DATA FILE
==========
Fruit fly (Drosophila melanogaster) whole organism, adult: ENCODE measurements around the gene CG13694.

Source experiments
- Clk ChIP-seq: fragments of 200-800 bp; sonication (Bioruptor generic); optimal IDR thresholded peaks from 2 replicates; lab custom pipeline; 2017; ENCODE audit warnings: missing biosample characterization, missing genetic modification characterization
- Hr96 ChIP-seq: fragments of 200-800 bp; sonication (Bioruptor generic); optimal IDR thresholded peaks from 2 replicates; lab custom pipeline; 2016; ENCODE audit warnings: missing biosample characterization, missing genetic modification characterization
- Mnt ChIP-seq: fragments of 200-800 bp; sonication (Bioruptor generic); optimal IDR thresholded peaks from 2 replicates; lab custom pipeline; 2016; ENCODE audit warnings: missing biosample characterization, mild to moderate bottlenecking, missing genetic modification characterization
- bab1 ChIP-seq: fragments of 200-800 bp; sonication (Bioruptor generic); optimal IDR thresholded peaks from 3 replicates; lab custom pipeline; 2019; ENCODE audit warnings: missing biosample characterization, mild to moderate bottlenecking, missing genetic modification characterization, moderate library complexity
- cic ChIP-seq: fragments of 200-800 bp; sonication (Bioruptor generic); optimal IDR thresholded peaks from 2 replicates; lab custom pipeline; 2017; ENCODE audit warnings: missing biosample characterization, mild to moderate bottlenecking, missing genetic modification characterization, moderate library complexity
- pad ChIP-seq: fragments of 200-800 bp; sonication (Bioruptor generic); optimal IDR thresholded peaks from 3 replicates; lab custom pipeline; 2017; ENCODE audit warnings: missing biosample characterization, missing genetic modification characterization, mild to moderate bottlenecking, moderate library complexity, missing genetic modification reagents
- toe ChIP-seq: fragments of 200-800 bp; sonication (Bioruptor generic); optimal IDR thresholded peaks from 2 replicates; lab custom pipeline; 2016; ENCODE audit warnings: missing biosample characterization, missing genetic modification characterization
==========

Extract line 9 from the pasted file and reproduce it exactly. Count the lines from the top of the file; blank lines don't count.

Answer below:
- toe ChIP-seq: fragments of 200-800 bp; sonication (Bioruptor generic); optimal IDR thresholded peaks from 2 replicates; lab custom pipeline; 2016; ENCODE audit warnings: missing biosample characterization, missing genetic modification characterization